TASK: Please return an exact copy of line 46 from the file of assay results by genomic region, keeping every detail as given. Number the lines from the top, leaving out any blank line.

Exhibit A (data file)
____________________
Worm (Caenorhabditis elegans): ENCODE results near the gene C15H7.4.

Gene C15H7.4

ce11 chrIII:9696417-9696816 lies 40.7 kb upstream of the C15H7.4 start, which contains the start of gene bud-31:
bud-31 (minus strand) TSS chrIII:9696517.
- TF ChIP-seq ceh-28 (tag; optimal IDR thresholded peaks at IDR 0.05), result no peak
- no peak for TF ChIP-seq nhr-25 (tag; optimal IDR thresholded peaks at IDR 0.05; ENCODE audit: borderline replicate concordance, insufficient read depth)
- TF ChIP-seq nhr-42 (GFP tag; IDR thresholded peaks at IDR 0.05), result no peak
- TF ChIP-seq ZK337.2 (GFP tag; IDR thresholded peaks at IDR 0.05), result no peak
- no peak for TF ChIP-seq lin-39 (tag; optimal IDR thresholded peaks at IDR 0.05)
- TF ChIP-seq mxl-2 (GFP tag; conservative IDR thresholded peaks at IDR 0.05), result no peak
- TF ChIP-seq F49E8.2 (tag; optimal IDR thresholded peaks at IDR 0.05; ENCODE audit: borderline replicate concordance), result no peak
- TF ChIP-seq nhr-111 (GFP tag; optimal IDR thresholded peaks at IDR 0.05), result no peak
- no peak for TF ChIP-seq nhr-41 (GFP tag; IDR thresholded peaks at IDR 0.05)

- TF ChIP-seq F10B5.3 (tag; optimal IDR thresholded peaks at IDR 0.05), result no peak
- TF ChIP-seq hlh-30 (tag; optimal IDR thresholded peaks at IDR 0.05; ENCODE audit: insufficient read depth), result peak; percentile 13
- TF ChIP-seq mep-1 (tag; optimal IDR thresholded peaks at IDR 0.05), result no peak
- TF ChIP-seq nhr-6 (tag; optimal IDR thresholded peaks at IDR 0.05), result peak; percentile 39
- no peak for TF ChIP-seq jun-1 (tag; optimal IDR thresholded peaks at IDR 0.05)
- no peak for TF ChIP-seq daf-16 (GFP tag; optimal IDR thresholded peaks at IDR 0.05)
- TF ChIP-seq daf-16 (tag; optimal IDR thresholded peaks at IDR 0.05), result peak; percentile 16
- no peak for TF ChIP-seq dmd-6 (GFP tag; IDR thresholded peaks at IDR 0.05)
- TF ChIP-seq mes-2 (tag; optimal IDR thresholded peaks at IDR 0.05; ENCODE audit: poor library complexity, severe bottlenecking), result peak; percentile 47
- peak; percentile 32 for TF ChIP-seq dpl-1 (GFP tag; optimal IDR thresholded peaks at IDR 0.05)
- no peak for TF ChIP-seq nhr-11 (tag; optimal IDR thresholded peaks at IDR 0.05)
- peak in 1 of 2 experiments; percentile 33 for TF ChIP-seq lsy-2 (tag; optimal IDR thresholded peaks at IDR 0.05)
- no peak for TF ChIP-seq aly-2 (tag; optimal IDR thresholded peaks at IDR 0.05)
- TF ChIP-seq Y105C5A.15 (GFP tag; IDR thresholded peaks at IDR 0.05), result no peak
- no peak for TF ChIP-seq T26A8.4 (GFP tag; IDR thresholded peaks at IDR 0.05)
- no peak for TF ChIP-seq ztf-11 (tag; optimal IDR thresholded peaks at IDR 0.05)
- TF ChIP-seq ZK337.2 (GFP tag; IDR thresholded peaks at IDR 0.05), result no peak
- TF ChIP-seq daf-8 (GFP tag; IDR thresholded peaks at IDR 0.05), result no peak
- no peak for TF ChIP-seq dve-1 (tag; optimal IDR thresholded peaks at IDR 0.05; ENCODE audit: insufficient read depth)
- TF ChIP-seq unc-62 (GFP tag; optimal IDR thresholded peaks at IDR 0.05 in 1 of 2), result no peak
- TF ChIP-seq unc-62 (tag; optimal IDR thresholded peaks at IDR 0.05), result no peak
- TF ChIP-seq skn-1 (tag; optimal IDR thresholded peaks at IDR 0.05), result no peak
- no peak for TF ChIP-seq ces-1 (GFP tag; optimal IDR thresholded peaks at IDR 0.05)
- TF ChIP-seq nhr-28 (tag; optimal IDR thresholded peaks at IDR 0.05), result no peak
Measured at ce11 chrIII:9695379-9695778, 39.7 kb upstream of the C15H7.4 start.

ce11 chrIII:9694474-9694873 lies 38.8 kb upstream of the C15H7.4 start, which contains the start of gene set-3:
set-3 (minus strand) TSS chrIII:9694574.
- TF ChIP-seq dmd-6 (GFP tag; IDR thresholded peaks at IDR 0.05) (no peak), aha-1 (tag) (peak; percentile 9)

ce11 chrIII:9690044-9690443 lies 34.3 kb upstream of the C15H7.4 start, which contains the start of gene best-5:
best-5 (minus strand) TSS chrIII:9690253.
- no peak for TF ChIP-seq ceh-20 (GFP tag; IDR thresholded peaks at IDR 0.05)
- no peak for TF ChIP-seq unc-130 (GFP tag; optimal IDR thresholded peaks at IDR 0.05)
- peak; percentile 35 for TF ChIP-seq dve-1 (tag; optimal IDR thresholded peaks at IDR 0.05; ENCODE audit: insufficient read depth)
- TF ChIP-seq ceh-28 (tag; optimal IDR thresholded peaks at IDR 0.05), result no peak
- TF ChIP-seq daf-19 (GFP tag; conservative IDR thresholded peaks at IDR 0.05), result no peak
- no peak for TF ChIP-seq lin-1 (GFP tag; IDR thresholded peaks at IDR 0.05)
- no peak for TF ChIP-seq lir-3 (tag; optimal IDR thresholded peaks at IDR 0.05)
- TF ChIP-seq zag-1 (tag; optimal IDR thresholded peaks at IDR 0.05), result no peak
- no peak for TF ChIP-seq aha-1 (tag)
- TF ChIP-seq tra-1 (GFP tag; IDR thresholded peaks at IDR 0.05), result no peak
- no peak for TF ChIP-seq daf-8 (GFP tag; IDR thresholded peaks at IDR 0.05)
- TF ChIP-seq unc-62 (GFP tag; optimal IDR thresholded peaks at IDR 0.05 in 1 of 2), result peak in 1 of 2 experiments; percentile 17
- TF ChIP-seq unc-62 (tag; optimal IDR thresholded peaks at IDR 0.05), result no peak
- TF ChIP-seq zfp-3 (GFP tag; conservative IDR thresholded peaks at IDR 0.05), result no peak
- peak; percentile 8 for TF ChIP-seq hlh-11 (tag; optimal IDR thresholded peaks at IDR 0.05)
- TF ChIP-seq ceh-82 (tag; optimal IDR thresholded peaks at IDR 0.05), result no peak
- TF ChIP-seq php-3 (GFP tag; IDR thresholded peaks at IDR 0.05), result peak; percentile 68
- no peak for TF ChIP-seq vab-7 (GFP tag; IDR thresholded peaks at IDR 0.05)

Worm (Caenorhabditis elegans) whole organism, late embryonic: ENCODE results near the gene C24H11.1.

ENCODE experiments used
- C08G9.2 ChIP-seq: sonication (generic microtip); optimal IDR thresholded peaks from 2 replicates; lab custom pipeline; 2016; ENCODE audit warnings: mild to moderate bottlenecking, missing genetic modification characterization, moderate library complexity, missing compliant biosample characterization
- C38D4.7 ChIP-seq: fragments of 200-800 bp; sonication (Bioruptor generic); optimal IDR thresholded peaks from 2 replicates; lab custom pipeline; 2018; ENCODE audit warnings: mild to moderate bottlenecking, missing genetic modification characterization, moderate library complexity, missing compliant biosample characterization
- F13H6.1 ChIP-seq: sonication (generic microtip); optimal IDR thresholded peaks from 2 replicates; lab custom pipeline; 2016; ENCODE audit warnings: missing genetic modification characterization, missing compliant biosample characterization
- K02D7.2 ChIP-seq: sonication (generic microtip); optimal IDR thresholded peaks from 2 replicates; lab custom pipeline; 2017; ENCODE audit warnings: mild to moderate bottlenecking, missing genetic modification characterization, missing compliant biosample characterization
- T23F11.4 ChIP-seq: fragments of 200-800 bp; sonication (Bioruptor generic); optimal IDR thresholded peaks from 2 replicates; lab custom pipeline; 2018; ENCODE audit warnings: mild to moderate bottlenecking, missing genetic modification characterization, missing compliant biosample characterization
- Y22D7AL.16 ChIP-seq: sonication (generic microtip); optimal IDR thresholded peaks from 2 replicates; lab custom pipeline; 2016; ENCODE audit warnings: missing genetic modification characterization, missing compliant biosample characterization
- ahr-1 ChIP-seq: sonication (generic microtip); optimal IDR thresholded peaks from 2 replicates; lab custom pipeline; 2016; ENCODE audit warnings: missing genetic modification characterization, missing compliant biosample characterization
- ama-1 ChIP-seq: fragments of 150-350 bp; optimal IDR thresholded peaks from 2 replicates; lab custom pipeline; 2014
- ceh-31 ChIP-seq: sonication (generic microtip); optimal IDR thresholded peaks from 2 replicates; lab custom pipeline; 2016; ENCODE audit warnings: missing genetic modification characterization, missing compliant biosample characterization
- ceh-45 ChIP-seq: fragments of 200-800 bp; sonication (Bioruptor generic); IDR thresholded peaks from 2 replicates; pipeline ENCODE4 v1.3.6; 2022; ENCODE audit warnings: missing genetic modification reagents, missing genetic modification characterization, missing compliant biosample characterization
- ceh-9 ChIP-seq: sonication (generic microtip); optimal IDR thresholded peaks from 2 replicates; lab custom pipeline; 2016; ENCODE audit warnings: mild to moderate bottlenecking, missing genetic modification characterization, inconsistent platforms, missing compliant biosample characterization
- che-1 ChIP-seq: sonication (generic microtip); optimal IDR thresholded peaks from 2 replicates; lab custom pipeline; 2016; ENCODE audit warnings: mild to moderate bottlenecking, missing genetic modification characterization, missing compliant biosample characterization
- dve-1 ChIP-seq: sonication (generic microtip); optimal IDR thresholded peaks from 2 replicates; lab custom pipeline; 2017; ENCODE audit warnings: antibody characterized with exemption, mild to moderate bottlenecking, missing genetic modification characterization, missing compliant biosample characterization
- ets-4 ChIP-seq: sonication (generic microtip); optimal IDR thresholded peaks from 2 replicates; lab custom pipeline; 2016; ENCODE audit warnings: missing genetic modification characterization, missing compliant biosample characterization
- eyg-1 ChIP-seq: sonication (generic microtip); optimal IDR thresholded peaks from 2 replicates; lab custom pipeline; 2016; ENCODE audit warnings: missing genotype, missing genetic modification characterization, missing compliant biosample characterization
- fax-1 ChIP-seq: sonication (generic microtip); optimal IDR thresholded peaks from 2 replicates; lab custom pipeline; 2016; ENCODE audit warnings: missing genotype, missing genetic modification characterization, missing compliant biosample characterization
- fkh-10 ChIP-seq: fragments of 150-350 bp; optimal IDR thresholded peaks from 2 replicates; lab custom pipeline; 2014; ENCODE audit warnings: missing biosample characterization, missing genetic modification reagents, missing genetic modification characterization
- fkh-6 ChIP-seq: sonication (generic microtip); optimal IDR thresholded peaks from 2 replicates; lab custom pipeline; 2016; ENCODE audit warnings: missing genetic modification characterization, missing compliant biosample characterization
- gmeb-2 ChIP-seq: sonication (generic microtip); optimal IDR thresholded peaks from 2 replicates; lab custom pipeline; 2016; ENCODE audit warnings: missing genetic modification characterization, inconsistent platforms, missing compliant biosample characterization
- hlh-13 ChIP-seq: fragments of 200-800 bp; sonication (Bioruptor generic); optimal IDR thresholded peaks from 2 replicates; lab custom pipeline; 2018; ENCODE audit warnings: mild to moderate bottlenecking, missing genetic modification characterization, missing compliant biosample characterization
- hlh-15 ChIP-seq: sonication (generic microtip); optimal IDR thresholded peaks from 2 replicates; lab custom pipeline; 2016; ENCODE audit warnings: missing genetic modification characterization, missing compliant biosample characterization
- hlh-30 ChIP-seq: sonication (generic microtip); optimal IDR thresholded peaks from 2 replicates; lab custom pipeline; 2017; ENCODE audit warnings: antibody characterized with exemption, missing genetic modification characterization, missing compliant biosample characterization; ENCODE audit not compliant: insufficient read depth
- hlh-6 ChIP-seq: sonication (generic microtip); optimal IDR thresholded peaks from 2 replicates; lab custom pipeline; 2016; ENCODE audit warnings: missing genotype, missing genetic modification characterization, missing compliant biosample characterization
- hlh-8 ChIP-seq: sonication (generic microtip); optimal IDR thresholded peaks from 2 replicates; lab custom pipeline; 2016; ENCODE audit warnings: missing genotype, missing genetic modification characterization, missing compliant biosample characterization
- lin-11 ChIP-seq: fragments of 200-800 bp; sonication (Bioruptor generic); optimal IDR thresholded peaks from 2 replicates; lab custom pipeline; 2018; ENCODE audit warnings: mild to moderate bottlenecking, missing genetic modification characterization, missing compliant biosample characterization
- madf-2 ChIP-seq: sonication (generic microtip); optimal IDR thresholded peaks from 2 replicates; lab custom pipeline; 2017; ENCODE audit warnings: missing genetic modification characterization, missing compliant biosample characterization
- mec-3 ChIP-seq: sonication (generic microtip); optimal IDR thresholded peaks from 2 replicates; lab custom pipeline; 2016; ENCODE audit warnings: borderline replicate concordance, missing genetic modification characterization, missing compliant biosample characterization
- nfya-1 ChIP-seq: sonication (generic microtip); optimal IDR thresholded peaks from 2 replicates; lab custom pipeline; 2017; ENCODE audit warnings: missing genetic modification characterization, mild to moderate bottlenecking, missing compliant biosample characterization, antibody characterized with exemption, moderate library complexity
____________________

- peak; percentile 35 for TF ChIP-seq dve-1 (tag; optimal IDR thresholded peaks at IDR 0.05; ENCODE audit: insufficient read depth)